Thurmond Thurmond station
Prince Prince depot
Hinton Hinton Amtrak Station
Alderson Alderson station
White Sulphur Springs White Sulphur Springs station
Virginia Clifton Forge Clifton Forge station
Staunton Staunton Amtrak station Staunton Free Trolley: Green Route
CATS: 250 Connector (at Staunton Visitor Center)
Charlottesville Charlottesville Union Station Amtrak: Crescent, Northeast Regional, Thruway Motorcoach to Richmond (James River Transportation), Washington D.C.
Greyhound Lines
CAT: T, 7
Culpeper Culpeper Amtrak: Crescent, Northeast Regional
Manassas Manassas Amtrak: Crescent, Northeast Regional
VRE: Manassas Line
PRTC: Manassas Metro Direct, OmniLink Manassas
Alexandria Alexandria Union Station Amtrak: Crescent, Northeast Regional, Silver Meteor, Silver Star
VRE: Fredericksburg Line, Manassas Line
Metro: Blue Line, Yellow Line
Metrobus: REX, 28A, 28B, 29K, 29N
DASH: AT2, AT5, AT6, AT7, AT8, AT10
District of Columbia Washington Washington Union Station Amtrak: Acela Express, Capitol Limited, Carolinian, Crescent, Palmetto, Northeast Regional, Silver Meteor, Silver Star, Vermonter, Thruway Motorcoach to Charlottesville, Virginia
MARC Train: Brunswick Line, Camden Line, Penn Line
VRE: Manassas Line, Fredericksburg Line
Metro: Red Line
Metrobus: D3, D6, D8, X1, X2, X8, X9, 80, 96, 97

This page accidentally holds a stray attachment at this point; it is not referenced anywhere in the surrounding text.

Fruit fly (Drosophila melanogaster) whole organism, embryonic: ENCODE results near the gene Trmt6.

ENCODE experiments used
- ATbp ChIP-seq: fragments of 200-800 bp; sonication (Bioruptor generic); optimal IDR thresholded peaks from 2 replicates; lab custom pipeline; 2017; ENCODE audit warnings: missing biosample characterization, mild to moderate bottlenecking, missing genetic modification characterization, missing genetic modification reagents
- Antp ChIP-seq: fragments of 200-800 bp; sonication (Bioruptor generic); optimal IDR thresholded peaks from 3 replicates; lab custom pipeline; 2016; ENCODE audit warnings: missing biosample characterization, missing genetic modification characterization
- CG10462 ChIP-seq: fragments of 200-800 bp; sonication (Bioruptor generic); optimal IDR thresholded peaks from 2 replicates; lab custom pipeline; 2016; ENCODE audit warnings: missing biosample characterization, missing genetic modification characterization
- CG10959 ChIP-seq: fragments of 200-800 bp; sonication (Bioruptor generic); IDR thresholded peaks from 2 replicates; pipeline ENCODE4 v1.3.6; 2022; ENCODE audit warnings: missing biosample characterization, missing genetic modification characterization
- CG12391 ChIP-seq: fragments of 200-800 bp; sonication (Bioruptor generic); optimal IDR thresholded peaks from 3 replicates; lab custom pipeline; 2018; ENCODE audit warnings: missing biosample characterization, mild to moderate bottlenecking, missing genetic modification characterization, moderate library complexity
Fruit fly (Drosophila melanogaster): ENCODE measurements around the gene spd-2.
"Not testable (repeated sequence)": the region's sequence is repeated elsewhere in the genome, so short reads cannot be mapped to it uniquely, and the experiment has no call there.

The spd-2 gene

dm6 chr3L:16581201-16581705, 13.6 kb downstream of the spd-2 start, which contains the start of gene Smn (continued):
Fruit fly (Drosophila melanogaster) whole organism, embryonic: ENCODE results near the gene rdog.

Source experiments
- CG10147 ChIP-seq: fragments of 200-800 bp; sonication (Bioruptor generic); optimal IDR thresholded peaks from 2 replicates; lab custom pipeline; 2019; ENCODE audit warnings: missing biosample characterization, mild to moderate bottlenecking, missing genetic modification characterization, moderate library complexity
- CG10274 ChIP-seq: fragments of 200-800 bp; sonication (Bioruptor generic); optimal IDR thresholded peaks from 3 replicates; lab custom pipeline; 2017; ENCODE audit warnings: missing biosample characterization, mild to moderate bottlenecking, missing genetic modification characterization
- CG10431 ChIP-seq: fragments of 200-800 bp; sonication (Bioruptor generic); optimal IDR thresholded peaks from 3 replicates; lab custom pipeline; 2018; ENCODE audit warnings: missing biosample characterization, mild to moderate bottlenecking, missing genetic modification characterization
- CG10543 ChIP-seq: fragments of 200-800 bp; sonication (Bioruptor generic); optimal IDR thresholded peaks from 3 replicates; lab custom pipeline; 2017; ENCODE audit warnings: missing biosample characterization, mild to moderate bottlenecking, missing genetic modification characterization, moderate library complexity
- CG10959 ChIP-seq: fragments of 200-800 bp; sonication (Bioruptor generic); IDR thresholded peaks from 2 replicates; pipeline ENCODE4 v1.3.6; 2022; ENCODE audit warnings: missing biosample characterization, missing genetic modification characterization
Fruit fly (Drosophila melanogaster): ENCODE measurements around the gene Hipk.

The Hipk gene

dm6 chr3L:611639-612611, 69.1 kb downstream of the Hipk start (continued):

DC Circulator: Georgetown, Navy Yard
MTA Maryland: 903, 922
Loudoun County Transit: Loudoun County
PRTC: Dale City

Electrification starts and ends and diesel train service starts and ends here: Trains going to Chicago must switch from an AEM-7 or HHP-8 electric locomotive to a GE Genesis diesel locomotive as there are no facilities, including catenary wires, between Washington and Chicago that support electric locomotives. Trains going to New York must switch from a GE Genesis diesel locomotive to a AEM-7 or HHP-8 electric locomotive due to diesels not being allowed in the Baltimore train tunnels, the North River Tunnels into NYC from New Jersey, and 30th Street Station in Philadelphia.

Maryland Baltimore Baltimore Penn Station Amtrak: Acela Express, Carolinian, Crescent, Palmetto, Northeast Regional, Silver Meteor, Silver Star, Vermonter
MARC Train: Penn Line
MTA Maryland: Light Rail, 3, 11, 61, 64
Delaware Wilmington Wilmington Station Amtrak: Acela Express, Carolinian, Crescent, Palmetto, Northeast Regional, Silver Meteor, Silver Star, Vermonter
DART First State: 2, 6, 7, 10, 11, 12, 20, 21, 28, 32, 301
SEPTA Regional Rail: Wilmington/Newark Line
Pennsylvania Philadelphia 30th Street Station Amtrak: Acela Express, Carolinian, Crescent, Keystone Service, Northeast Regional, Palmetto, Pennsylvanian, Silver Meteor, Silver Star, Vermonter
NJ Transit: Atlantic City Line
SEPTA City Transit Division: Market-Frankford Line, SEPTA Subway-Surface Trolley Lines (Route 10, Route 11, Route 13, Route 34, Route 36), 9, 30, 31, 44, 62, 121, 316
SEPTA Suburban Transit Division: 124, 125